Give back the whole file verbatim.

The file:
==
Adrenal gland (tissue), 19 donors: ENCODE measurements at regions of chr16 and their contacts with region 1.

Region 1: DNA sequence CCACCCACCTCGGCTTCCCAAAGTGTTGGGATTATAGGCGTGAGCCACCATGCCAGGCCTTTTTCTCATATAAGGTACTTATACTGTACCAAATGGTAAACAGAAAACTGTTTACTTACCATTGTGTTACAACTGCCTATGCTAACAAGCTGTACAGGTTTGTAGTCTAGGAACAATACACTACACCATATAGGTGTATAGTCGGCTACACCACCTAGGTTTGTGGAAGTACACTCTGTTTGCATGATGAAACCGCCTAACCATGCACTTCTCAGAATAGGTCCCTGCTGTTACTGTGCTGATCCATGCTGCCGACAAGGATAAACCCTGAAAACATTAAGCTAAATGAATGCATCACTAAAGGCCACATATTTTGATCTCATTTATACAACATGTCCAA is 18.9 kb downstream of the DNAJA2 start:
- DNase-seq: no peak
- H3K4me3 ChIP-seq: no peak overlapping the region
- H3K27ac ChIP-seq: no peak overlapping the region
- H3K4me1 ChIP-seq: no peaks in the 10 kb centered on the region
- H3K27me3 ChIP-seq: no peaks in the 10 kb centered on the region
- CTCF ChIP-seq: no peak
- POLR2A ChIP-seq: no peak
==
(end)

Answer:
Adrenal gland (tissue), 19 donors: ENCODE measurements at regions of chr16 and their contacts with region 1.

Region 1: DNA sequence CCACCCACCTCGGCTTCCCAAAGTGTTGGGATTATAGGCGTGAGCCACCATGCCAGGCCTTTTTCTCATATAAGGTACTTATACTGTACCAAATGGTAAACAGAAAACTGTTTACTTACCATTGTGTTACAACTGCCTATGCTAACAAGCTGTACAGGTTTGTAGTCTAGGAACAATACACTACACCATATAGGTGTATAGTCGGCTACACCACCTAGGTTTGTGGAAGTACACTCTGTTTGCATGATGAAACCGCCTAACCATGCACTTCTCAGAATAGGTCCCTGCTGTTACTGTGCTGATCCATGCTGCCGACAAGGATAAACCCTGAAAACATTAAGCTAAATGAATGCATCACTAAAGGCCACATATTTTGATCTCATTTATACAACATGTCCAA is 18.9 kb downstream of the DNAJA2 start:
- DNase-seq: no peak
- H3K4me3 ChIP-seq: no peak overlapping the region
- H3K27ac ChIP-seq: no peak overlapping the region
- H3K4me1 ChIP-seq: no peaks in the 10 kb centered on the region
- H3K27me3 ChIP-seq: no peaks in the 10 kb centered on the region
- CTCF ChIP-seq: no peak
- POLR2A ChIP-seq: no peak